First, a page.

If Baltimore County performs any regular task that can be described as “epic,” it’s probably the once-every-four-years zoning overhaul known as CZMP, which stands for Comprehensive Zoning Map Process. The process is gearing up now, set to culminate in September 2016 when the County Council will vote on a revised zoning map.
The ensuing 15 months will see hundreds of rezoning requests submitted for review, ranging from the frivolous to the serious, with most falling in between. Developers with pet projects that do not currently conform to zoning designations for the land where the project is proposed will be petitioning the council to rezone the parcel. Community associations and property owners will be alert for rezoning proposals with the potential for unpleasant encroachment on their suburban communities. County planners will review each one and flag them as conforming or nonconforming as they relate to the county’s growth goals.
It might be assumed that a petitioner must “qualify” in some respect to submit a CZMP request. Nope. Anyone can do it, although the usual participants are individual landowners, contract participants, community organizations, county staff, the planning board and County Council itself.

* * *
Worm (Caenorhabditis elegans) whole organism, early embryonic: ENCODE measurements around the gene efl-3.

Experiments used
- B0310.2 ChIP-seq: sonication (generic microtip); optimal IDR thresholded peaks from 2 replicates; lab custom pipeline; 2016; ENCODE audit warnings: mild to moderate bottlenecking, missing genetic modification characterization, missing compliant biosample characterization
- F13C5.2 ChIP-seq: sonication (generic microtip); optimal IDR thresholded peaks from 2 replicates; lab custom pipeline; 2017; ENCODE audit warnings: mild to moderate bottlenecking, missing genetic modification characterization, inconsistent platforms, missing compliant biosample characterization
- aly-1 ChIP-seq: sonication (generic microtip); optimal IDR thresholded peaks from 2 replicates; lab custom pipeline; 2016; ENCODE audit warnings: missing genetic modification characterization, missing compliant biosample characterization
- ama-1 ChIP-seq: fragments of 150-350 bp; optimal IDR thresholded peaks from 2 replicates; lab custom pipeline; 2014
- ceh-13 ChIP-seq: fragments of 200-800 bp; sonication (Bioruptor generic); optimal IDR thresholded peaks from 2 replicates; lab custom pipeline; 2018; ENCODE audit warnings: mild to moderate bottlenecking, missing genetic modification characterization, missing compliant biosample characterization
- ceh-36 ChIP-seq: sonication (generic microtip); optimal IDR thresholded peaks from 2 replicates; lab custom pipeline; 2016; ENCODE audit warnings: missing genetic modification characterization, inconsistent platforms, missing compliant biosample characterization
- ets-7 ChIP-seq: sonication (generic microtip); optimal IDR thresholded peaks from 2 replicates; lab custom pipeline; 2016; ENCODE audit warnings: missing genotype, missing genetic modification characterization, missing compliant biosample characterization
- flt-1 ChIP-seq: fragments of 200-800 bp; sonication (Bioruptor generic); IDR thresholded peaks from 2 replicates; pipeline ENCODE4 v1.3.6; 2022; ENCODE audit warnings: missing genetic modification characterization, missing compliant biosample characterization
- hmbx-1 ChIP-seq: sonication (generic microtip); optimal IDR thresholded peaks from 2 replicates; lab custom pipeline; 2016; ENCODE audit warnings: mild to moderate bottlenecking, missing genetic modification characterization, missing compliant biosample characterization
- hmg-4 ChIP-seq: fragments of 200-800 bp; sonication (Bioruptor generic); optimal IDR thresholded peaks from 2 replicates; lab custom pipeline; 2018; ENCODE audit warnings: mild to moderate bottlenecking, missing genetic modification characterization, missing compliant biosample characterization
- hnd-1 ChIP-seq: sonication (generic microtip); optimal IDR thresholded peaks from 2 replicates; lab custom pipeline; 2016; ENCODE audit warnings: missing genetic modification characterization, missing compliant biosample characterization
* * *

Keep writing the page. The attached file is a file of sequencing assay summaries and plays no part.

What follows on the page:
Source: Property owners take note: again time for epic rezoning – Baltimore Sun
The July GTCCA meeting has been moved to the Minnegan Room at Johnny Unitas Stadium of Towson University. Enter via Auburn Drive from Osler Drive. Parking available in Lot 20 next to SECU Arena.
Towson University will present their Master Plan Update.
Thursday, July 16
7:30 – 9:00 PM
See the Calendar section for map.
Message from Towson Area Citizens On Patrol (TACOP):
On National Night Out, August 4, 2015, a special Baltimore County Police-escorted motorcade of Towson Area Citizens On Patrol (TACOP) volunteers will drive through Towson’s 25 COP neighborhoods, casting the spotlight on crime prevention in Towson. Every year, this National Night Out motorcade attracts hundreds of residents who turn on their lights, walk their neighborhood streets, interact with the police, cheer the motorcade and applaud TACOP’s community crime fighting initiatives.